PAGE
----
This second part of the series on Artificial Intelligence and Law focusses on the role of AI in a lawyer’s life. It seeks to address how AI can be beneficial to a legal practitioner. The first part presented an introductory discussion on Artificial Intelligence. In case you missed it, you can check it here.
(This is a three-part series on Artificial Intelligence and Law. You are currently reading the second part. Links to other parts are available at the bottom of this article.)
For a lawyer or legal professional, legal research and contract review will be the simplest of use cases for an AI-based system. AI can assist efficiently in performing repetitive tasks. For maximum utilisation of AI-based system, a legal professional must have good judgement, analytical skills, research skills, understanding of due diligence, and good communication skills. On the other hand, some of the essential characteristics needed in AI-based systems to assist legal professionals are:
- Capacity to predict and adapt
- Capacity to be reactive
- Making decisions on its own
- Capability to move and perceive
- Capability to analyse data quickly
- Automating repetitive tasks
If an AI-based system possesses such qualities, a legal professional can utilise their time on important tasks. Based on my research, I have identified three areas where AI-based systems are (or will be) useful for legal professionals.
1. Contract Review
For corporate transactions, contracts are the lifeblood. Manual review of contracts takes a substantial amount of time, while an AI-based system may give its results in a few minutes. Lawgeex, Klarity, Clearlaw, and LexCheck are on the frontlines to provide AI-based contract review services.
2. Early Case Assessment
Once a plaint is submitted before a court of law, the next step is to reply to the written statement submitted by the defendant. Using predictive analysis, law firms and legal professionals can make informed decisions by understanding possible defences that may be put forth. Case assessment can also help in finding the relevant precedents for a set of facts. Blue J Legal is one such AI prediction engine that claims to find relevant case laws from facts. A couple of recent studies have been able to achieve an accuracy of 70% and 79% for finding relevant cases from the US Supreme Court and the European Court of Human Rights, respectively.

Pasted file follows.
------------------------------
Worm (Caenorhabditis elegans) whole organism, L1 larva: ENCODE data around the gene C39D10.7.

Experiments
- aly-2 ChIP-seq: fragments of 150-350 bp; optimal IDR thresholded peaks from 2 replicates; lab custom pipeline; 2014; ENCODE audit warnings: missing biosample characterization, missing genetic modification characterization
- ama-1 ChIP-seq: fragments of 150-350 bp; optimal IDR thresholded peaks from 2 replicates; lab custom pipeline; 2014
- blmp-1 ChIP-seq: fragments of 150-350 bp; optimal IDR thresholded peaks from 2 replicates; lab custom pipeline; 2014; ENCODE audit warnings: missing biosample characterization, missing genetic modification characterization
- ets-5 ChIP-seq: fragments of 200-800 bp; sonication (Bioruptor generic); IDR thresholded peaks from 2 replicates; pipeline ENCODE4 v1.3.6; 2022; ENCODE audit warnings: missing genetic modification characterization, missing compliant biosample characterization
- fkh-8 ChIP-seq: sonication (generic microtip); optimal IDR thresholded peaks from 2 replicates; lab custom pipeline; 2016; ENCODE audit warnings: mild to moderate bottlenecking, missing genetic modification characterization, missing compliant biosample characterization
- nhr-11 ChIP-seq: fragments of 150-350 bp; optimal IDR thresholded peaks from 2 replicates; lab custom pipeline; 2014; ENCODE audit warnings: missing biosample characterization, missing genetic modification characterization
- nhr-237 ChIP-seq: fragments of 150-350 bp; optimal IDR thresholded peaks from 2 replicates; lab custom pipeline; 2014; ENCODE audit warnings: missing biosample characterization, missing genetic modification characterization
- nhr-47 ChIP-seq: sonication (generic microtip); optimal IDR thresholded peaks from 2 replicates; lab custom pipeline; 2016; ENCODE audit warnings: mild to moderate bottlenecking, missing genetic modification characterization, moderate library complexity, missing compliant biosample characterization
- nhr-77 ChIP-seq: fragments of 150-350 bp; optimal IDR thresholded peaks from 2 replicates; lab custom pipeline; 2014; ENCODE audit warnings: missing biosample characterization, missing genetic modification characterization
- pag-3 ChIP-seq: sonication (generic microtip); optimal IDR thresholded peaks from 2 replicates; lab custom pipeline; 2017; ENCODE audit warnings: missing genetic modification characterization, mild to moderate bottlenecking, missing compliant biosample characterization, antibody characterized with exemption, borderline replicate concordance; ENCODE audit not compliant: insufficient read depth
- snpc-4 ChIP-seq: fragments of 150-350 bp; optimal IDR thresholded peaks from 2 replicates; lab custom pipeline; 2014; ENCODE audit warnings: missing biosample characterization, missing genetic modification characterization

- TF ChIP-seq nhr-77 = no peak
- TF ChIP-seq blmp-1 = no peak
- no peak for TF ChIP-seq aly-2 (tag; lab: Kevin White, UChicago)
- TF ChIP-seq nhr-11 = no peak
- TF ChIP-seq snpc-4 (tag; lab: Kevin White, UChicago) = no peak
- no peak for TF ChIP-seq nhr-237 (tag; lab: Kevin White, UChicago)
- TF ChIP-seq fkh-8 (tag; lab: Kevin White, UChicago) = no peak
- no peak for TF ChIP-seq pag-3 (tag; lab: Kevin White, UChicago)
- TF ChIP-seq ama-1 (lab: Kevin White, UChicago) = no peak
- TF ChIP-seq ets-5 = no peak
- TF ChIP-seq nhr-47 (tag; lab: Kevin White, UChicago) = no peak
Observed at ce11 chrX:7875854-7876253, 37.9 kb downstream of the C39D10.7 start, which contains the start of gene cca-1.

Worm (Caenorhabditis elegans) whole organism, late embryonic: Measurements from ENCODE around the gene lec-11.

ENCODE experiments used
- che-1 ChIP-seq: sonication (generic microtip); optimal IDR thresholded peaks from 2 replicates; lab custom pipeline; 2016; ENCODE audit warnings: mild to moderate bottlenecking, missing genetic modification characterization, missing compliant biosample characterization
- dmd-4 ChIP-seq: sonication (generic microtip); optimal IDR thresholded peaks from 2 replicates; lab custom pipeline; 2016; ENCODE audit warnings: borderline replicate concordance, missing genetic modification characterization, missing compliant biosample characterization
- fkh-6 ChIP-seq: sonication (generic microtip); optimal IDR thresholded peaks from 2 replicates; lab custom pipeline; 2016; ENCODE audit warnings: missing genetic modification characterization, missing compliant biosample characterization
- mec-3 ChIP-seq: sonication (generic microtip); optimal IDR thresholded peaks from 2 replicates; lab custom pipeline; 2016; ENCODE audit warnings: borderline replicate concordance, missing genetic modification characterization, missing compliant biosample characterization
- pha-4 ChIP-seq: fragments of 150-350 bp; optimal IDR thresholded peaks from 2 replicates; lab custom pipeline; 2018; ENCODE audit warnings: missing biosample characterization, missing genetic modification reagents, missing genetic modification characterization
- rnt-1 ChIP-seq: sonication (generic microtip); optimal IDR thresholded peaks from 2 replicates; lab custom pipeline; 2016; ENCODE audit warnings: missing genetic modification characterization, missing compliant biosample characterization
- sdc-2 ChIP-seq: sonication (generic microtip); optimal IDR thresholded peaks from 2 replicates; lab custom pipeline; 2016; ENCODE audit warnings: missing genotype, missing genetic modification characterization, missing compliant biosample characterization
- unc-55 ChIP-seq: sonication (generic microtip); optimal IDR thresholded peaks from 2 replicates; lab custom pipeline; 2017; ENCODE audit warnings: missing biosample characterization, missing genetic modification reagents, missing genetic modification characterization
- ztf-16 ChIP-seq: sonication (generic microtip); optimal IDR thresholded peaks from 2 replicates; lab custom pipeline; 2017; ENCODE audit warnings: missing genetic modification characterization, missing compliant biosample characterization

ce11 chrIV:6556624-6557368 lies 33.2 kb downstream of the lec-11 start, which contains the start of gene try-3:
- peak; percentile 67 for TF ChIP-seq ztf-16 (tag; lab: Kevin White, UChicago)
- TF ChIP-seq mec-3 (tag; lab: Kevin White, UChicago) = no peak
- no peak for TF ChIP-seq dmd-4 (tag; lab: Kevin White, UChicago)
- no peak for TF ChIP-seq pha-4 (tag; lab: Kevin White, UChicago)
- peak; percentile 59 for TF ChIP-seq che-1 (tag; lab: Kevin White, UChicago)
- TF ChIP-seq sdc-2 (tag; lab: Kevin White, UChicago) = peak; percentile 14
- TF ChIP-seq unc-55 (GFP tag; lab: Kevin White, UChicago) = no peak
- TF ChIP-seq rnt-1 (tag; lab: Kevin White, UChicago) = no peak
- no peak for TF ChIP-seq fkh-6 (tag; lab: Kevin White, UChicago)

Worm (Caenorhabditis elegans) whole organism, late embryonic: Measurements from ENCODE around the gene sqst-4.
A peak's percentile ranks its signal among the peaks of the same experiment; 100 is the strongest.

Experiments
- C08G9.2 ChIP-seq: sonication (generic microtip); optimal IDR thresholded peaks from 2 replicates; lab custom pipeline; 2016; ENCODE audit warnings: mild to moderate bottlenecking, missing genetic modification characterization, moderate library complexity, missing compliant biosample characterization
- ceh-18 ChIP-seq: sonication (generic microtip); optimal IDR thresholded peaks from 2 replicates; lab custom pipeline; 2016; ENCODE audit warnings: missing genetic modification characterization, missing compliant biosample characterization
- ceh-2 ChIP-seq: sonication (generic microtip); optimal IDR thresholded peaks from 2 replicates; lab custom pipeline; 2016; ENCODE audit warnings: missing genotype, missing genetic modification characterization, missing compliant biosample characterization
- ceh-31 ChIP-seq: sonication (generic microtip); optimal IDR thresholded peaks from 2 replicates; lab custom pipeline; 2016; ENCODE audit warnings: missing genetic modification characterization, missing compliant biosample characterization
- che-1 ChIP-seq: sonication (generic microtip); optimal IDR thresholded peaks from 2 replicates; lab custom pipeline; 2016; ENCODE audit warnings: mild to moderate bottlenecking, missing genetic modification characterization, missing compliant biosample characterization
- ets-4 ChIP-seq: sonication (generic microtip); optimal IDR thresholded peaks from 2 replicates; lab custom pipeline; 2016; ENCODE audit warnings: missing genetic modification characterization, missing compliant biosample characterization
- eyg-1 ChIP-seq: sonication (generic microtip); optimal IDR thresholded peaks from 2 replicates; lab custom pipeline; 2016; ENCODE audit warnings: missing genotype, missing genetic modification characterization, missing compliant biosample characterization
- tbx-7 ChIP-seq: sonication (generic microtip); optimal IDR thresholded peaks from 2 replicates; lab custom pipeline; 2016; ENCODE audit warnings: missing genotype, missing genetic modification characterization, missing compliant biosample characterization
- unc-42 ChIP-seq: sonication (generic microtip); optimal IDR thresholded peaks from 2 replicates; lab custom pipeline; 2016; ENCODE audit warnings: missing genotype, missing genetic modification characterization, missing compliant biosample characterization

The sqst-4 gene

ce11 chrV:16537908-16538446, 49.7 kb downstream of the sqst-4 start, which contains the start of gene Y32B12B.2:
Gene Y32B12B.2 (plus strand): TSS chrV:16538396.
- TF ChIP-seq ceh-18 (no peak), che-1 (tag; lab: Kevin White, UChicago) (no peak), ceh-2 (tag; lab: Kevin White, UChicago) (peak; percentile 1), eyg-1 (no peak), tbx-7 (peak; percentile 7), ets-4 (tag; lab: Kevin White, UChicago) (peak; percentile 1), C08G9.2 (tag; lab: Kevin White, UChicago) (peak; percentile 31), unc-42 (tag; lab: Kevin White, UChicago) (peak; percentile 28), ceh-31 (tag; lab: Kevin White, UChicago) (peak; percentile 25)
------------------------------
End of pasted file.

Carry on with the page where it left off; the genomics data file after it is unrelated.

3. Legal Research
A legal research activity may take days to get completed. A legal professional needs to go through articles, books, case laws, briefs, acts, amendments, rules and guidelines, online sources, etc. While most of these sources have been digitalised, one still needs to filter through the search results to find the required cases or laws. AI-based solutions such as ROSS Intelligence provide question-based search, document analyser, and case overviews to simplify the overall legal research process.
What are we doing about the adoption of AI in Indian legal practice?
AI is yet to be predominantly adopted by the legal professionals in India. With the push for digitalisation of court records and processes, it is expected that we will see increased adoption in the legal fraternity over the next decade. In 2017, Cyril Amarchand Mangaldas became the first Indian law firm to adopt Kira Systems to use AI in their day-to-day legal practice.
IIT Kharagpur researchers have also developed an AI-based program to analyse judgements and advice laymen about laws being violated in any given situation. Further, this program also predicts if it would be useful to take the matter to court and legal costs will be minimised as a result. Another AI-based solution that deserves mention is MikeLegal. Based out of India, this solution aims to streamline how lawyers research. As of now, it focusses on intellectual property law.
Adoption of AI by the Indian legal community is still at its nascent stages. However, we will see many more startups focussing on providing quality AI-based legal services for legal professionals. Instead of looking at AI-based systems as a replacement of human beings, one should look at AI as a tool to help deal with tedious tasks in a cost-effective manner. While AI systems have a fair share of advantages, they are also accompanied by a good deal of disadvantages. These disadvantages are covered in the third part of this series.
Read the third and first parts of this series:
- Artificial Intelligence and Law (Part 3): Possible Legal Issues
- Artificial Intelligence and Law (Part 1): Introduction and Definition
This article has been written by Akhil Mishra. He is currently an undergraduate student at Amity Law School, Delhi.
Disclaimer: Views or opinions expressed in this article, whether impliedly or explicitly, are personal.
Edited by Raj Pagariya
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